So, Hemsby then. Small village on the Norfolk seaside, too far north for the bright lights of Great Yarmouth, too far south for the wilder, quieter, less commercial, interesting bits of coast.
A part of the county where they factory farm tourists in endless caravan and chalet parks, where grey-haired rockers play the Byrds and the Monkees in clubs full of appreciative grandparents, where endless piles of twopenny pieces balance on the edge of the drop in endless arcade machines, never quite cascading down.
I loved it.
I’d begged a long weekend in my parents’ caravan, just me and my laptop and my plans for a novel (oh – and a box of college marking, but let’s not mention that). Just as on a previous day trip to Hunny, I wanted the seaside at a time when it wasn’t swamped by tourists.
I love to see what’s in the cracks between the places the people go, what’s left behind in the busy places when they’ve stopped being busy.
And I certainly picked the right weekend. Although the sun shone at the end, which was not unpleasant, for most of it there was driving wind and horizontal rain. On Saturday night the TV weather map, showing the whole of East Anglia, had a big arrow indicating gale-force wind that pointed exactly at the caravan.
Couldn’t have been better.
So, I did get the project moving again. It’s an idea I floated 18 months ago in a Faber Academy writing workshop with the authors MJ Hyland and Trevor Byrne, and it’s a good idea. But time and, you know, life and stuff, mean I haven’t done anything more than poked at it since.
And this weekend I moved it on enormously. I have characters now, and a milieu, and a narrative (though not yet the right way of translating that into a non-linear plot with multiple voices… this isn’t going to be easy). I’m happy.
But it’s a funny ole place, that Hemsby. There’s a village a little inland, a proper little Norfolk village. Then there’s a thick layer of caravan parks, most with their own club or bar, and a sliver of arcades. And out from these are the sand cliffs that hide the sea, and which are being steadily eroded. Sheltering behind – and sometimes embedded in – the dunes are rows of wooden chalets, a silent secret community sandwiched between the noise of humanity and the power of the sea.
Which is the real Hembsy? I don’t know. Perhaps they all are.
They were all interesting in their way. The village got on with life as if there wasn’t a tourist magnet nearby. The chalets, too, seemed to have little connection to anything else – if it wasn’t for the cars parked with them, they could have been from another decade. But it was the tourist ecosystem that fascinated me most.
On two of the nights I was there, the caravan park club had live acts. One was a Buddy Holly tribute, the other a band with thick local accents, thinning grey hair and an inexhaustible supply of banter. Each was well-known to and well-loved by the club audience, filling the dance floor with retirement-age couples for short bursts of careful but comfortable twirling and twisting.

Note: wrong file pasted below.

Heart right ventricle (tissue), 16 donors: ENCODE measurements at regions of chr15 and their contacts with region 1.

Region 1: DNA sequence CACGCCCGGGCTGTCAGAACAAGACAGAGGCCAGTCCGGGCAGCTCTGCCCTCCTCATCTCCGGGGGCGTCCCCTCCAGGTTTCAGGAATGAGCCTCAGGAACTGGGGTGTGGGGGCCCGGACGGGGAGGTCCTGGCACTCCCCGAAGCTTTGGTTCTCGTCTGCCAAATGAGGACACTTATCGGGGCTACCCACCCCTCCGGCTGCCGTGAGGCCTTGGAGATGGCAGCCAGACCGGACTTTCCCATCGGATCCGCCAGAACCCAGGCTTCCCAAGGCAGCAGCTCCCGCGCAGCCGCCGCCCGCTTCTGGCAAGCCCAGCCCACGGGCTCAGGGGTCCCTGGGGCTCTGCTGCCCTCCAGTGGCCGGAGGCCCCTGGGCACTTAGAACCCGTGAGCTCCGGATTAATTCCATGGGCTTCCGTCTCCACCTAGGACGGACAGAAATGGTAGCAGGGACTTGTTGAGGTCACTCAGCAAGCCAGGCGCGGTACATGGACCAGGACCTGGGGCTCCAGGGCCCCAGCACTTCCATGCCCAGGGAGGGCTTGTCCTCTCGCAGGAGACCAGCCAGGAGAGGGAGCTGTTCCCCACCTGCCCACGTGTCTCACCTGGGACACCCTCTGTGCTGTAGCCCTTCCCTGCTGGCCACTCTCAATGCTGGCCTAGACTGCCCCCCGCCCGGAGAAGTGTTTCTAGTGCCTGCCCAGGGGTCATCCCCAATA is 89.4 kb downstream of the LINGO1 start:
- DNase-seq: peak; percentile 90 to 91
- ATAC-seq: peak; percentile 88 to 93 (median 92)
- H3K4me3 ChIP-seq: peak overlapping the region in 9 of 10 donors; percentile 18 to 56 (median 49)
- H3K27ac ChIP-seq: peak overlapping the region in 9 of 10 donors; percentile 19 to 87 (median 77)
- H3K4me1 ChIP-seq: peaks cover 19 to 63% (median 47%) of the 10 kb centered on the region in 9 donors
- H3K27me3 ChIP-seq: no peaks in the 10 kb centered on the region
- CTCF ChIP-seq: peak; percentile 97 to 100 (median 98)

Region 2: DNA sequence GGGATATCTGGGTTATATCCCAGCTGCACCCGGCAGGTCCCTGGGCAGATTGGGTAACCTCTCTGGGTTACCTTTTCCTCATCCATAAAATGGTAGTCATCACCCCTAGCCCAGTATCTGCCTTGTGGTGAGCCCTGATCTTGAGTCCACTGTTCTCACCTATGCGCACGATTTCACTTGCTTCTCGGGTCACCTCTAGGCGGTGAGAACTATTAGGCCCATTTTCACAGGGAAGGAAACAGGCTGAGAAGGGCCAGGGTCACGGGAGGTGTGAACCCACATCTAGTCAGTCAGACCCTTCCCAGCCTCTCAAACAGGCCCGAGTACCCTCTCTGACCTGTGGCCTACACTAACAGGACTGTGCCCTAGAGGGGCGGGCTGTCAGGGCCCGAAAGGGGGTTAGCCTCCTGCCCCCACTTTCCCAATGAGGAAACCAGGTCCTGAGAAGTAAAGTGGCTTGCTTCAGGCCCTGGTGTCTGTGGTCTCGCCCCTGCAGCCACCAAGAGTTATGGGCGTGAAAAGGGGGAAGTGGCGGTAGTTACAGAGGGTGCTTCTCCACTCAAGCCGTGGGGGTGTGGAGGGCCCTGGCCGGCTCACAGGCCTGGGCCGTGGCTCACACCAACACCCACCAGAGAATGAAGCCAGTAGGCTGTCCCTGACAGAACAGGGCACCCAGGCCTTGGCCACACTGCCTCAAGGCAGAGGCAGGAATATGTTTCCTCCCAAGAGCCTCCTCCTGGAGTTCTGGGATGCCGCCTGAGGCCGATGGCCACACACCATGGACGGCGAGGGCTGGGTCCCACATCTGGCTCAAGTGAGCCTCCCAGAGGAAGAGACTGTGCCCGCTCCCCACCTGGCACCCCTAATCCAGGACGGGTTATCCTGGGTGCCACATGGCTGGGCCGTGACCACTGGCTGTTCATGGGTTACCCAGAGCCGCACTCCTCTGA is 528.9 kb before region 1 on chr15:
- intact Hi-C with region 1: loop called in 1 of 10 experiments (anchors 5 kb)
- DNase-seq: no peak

The holiday resort live music scene isn’t one that gets much attention – it isn’t glamorous, and the serious music journos and the X-Factor starlets would each likely sneer at it. But that would be unfair, as the people in it are seasoned professionals, deserving of respect for their unheralded pursuit of a craft and for the pleasure they give.
I was less sure what to make of the nearest thing Hemsby has to a strip – a road lined with arcades that borrow their names and facades from Las Vegas, like the Mirage or the Palace Casino, or which try to bask in reflected light from Hollywood, Formula One and any part of the world that can guarantee sunshine, glamour, wealth or class.
“London – New York – Paris – Rome – Hemsby” declared one ice cream and shakes parlour, in deliberate and happy irony. Not every place seemed quite so clear on the joke.
Down the coast, another caravan park settlement is called California. Here, there’s a Bermuda park – or was it Bahamas? Get swept up in the illusion and it’s fine – take a step back and see the fields outside the village, or look up at the grey skies, and it all starts to look hallucinatory – even psychotic.
Although, not so psychotic as the statues – human-sized hot dogs and cartons of fries with faces to give you nightmares, solitary centurions, the many children’s rides.
And in the road outside my caravan park, a painting on the Tarmac designed to promote Hemsby and its caravan-and-sand-chalet suburb Newport. A grinning Viking in horned helmet, with the caption “1200 years of seaside fun”.
Seaside fun? The Vikings?
Storming ashore from their longboats with bucket and spade in hand perhaps, ready to find a comely English maiden to buy a punnet of chips from, before spending a jolly afternoon on the fruit machines, the F1 karts and the Lost World crazy golf.
Like I say, funny place, Hemsby.
Couldn’t have been better, as far as I was concerned.
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